Incidence of hepatitis C in drug injectors: the role of homelessness, opiate substitution treatment, equipment sharing, and community size

N Craine, M Hickman, J Parry, J Smitth, A Walker, D Russell, B Nix, M May, T McDonald, M Lyons

Research output: Contribution to journalArticle (Academic Journal)peer-review

61 Citations (Scopus)

Abstract

SUMMARY A prospective cohort study estimated the incidence of hepatitis C virus (HCV) in drug injectors in South Wales (UK). In total, 286/481 eligible seronegative individuals were followed up after approximately 12 months. Dried blood spot samples were collected and tested for anti-HCV antibody and behavioural data were collected at baseline and follow-up. HCV incidence was 5.9/100 person-years [95% confidence interval (CI) 3.4-9.5]. HCV incidence was predicted by community size [incident rate ratio (IRR) 6.6, 95% CI 2.11-20.51, P=0.001], homelessness (IRR 2.9, 95% CI 1.02-8.28, P=0.047) and sharing injecting equipment (IRR 12.7, 95% CI 1.62-99.6, P=0.015). HCV incidence was reduced in individuals in opiate substitution treatment (IRR 0.34, 95% CI 0.12-0.99, P=0.047). In order to reduce follow-up bias we used multiple imputation of missing data using switching regression; after imputation estimated HCV incidence was 8.5/100 person-years (95% CI 5.4-12.7). HCV incidence varies with community size, equipment sharing and homelessness are associated with increased HCV incidence and opiate substitution treatment may be protective against HCV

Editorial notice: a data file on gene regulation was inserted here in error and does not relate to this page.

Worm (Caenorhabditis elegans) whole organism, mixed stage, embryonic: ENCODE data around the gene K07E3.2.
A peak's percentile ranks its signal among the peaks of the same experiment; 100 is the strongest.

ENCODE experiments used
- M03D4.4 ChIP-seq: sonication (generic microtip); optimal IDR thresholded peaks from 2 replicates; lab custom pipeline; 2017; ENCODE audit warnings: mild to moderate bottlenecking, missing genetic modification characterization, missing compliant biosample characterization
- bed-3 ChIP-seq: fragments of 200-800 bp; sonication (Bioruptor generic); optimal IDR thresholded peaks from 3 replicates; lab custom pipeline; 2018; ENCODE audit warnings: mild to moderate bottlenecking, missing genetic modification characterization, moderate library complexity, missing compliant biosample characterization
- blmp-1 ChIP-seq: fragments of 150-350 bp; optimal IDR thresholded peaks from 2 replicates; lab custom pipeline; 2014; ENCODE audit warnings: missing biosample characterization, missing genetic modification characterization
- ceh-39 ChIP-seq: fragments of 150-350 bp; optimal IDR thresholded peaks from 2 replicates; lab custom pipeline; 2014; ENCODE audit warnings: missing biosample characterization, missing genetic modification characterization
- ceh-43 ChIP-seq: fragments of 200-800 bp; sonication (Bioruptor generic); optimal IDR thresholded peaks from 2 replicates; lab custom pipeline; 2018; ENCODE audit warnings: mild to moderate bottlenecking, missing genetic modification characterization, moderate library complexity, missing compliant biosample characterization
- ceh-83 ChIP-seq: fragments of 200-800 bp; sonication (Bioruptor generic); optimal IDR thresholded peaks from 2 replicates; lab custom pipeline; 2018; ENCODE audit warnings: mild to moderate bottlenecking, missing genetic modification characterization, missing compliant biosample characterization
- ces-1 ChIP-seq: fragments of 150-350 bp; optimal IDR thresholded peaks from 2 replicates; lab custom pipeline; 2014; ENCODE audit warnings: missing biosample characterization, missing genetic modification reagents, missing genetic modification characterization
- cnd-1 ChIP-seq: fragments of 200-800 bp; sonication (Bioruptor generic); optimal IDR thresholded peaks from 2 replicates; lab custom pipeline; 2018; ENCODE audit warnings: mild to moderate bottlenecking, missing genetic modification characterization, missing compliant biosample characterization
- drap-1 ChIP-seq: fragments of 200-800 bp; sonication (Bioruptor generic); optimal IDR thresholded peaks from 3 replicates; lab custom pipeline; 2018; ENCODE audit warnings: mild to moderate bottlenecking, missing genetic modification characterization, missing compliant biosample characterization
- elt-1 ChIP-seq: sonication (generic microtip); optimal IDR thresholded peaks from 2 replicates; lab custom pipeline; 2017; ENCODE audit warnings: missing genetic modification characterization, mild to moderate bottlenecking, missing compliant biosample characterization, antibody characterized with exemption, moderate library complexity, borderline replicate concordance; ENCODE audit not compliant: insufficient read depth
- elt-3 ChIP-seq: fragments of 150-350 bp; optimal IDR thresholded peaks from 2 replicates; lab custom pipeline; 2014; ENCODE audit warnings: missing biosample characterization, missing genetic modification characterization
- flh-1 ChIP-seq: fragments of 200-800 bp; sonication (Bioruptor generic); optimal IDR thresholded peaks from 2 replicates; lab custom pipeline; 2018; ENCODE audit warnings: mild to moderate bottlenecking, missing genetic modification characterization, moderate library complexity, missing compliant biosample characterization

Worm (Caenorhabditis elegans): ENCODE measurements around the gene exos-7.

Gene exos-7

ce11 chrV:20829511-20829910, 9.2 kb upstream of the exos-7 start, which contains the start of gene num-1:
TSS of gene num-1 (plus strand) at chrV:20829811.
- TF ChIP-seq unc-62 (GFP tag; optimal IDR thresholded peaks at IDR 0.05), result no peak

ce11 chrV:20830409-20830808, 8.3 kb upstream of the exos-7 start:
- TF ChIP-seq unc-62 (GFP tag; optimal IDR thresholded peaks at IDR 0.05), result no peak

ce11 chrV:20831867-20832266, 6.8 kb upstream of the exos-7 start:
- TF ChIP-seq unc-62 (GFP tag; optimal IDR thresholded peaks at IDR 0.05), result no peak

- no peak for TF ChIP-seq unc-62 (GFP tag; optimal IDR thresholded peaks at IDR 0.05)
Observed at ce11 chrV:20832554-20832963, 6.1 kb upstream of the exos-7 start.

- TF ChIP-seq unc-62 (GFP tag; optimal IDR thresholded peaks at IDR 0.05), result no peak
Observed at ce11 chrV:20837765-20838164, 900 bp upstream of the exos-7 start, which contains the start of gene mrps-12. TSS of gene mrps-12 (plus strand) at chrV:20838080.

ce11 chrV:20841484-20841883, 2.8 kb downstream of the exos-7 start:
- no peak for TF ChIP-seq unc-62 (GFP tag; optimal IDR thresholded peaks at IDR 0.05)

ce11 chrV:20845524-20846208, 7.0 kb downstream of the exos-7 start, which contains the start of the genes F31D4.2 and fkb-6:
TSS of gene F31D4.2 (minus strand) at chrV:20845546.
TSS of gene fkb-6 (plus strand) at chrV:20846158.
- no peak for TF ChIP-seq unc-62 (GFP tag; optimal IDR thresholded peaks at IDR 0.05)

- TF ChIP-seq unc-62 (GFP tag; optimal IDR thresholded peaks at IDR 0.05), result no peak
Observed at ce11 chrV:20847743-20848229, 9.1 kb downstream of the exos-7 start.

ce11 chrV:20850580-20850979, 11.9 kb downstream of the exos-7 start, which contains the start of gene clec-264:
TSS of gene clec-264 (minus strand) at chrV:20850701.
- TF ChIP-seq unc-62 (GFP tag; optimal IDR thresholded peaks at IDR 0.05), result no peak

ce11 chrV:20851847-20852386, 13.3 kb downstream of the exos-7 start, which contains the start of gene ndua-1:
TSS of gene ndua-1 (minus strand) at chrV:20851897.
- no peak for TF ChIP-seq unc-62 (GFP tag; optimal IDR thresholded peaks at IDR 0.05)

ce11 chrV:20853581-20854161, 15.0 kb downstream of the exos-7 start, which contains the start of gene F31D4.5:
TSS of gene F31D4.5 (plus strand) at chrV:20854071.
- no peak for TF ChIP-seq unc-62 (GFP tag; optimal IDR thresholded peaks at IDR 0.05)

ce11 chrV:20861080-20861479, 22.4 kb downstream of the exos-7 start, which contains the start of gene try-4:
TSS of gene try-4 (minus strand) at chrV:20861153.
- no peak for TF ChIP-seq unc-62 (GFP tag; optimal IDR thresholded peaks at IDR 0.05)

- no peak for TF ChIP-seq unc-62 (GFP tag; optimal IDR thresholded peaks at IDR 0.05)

Translated title of the contributionIncidence of hepatitis C in drug injectors: the role of homelessness, opiate substitution treatment, equipment sharing, and community size
Original languageEnglish
Pages (from-to)1255 - 1265
Number of pages11
JournalEpidemiology and Infection
Volume137
DOIs
Publication statusPublished - Sep 2009

Bibliographical note

Other identifier: PM:19224654

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